Many writers have heard of the “DMCA takedown notice” but not everyone understands what it is. In this post, I’ll try to explain the basics and give you some ideas about how to use the tool to protect your rights and how to respond if you’re on the receiving end of one that you consider to be without merit.
Archive for the ‘Contracts and Copyrights’ Category
Writers are sometimes confused by the “registration” requirement under the US copyright laws. In this post, I hope to clear up the concept and help you decide whether copyright registration makes sense for you.
Today’s guest post by multi-published author Doranna Durgin is about a publisher behaving badly.
More than that, however, it highlights something that every writer signing a publishing contract needs to be aware of: the importance of reversion clauses…
SFWA members with Spanish language editions may want to check out this Web site: http://book0dd.blogspot.com/ Which is offering quite a large number of books for download. We’ve verified that the site is offering what looks like homemade OCR’d versions of some of our members books plus many additional SF and Fantasy titles. If you find [...]
Determining when work passes into the public domain is tricky. There are resources online that can help.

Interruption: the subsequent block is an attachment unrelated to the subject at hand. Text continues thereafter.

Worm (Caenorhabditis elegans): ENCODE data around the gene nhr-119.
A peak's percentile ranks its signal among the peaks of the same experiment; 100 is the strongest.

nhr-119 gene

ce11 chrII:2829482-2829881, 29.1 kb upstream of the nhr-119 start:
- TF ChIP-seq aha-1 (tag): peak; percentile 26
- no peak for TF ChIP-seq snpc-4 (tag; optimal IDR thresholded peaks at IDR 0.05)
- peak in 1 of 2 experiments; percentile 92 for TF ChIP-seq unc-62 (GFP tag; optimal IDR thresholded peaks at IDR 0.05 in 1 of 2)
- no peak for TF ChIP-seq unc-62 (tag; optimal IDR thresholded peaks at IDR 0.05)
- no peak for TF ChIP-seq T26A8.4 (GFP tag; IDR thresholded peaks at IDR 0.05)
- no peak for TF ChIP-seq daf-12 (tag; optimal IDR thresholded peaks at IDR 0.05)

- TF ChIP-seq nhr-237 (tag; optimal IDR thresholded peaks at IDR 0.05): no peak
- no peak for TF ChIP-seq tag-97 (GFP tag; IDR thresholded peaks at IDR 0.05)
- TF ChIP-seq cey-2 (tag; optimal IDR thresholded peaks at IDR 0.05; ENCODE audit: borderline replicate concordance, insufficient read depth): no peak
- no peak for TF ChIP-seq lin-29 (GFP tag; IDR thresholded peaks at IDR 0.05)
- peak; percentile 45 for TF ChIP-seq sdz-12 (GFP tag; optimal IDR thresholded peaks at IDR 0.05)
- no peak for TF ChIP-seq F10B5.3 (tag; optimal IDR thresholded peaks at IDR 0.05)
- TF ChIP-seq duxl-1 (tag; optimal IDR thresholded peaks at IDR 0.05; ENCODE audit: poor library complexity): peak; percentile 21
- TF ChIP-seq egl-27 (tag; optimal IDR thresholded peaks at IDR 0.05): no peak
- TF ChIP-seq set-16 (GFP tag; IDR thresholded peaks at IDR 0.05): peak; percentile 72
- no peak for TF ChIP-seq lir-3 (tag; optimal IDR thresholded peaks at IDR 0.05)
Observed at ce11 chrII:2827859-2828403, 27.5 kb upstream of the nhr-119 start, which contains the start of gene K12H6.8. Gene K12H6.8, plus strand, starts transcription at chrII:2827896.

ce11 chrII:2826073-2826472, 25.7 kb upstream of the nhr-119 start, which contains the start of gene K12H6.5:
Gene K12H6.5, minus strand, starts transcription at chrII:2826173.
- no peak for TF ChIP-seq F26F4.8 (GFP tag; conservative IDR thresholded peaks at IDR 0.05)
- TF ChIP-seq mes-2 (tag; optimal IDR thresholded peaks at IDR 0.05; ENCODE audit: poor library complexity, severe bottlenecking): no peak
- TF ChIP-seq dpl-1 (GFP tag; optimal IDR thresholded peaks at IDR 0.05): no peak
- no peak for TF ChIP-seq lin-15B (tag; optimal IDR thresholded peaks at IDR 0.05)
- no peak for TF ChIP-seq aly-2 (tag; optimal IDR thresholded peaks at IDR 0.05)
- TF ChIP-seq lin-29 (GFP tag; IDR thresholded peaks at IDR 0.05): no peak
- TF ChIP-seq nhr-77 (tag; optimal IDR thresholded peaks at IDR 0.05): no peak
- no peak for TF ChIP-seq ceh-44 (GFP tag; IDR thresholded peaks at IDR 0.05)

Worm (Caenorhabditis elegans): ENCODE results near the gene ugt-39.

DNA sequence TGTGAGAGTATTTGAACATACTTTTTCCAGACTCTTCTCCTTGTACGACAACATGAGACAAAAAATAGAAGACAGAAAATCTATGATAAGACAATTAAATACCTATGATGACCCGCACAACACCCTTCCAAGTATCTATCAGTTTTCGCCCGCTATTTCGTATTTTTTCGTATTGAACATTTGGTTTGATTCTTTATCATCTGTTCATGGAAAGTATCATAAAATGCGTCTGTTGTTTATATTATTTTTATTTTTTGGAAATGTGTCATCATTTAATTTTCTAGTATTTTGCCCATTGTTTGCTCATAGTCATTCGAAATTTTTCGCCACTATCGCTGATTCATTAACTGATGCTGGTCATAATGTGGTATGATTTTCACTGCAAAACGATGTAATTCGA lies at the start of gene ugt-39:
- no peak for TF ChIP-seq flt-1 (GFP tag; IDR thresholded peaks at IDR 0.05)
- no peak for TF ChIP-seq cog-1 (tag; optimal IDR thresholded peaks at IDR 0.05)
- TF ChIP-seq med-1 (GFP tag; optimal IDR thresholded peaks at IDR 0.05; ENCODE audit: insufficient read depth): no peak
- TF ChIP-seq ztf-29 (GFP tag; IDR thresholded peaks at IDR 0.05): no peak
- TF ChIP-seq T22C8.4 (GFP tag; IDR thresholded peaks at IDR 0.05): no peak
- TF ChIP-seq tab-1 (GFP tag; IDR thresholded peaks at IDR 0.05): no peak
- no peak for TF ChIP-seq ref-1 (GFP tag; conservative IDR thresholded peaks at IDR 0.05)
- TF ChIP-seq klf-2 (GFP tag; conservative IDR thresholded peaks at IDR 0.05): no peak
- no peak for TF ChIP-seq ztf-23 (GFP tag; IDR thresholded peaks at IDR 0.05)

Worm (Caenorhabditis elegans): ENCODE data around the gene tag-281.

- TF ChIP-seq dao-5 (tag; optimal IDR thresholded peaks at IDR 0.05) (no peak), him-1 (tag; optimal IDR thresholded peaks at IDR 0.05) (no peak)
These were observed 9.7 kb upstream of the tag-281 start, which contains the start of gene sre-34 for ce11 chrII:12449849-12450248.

This sample DMCA form generates an email which authors may use as a model when sending a DMCA notice to a site infringing upon their copyrighted material.
The website http://reading.kicks-ass.net/ contains a significant amount of material that is recognizably copyrighted by our members. Often sites which post material without permission are outside the United States and governed by different copyright rules. In this instance the hosting company’s policy explicitly prohibits distribution of copyrighted materials. Legally, DMCA notices must come from the [...]
At World Fantasy there was a one-hour panel on the Google Book Settlement with Russell Davis, Karen Wester Newton, Charles Petit, Jay Lake, Christopher Kastensmidt, and Dan Gamber moderating. This is a podcast of the full panel discussion.
Copyright, literally, is “the right to copy.” It guarantees the authors of creative works–including books, artworks, films, recordings, photographs–the exclusive right for a set period of time to allow other people to copy and distribute the work, by whatever means and in whatever media currently exist. It also prohibits copying and distributing without the author’s permission. You own copyright by law, automatically, as soon your work is fixed in tangible form–i.e., the minute you write down the words.
This 34 page .pdf document by Sean P. Fodera and C. E. Petit provides an overview to publishing contracts.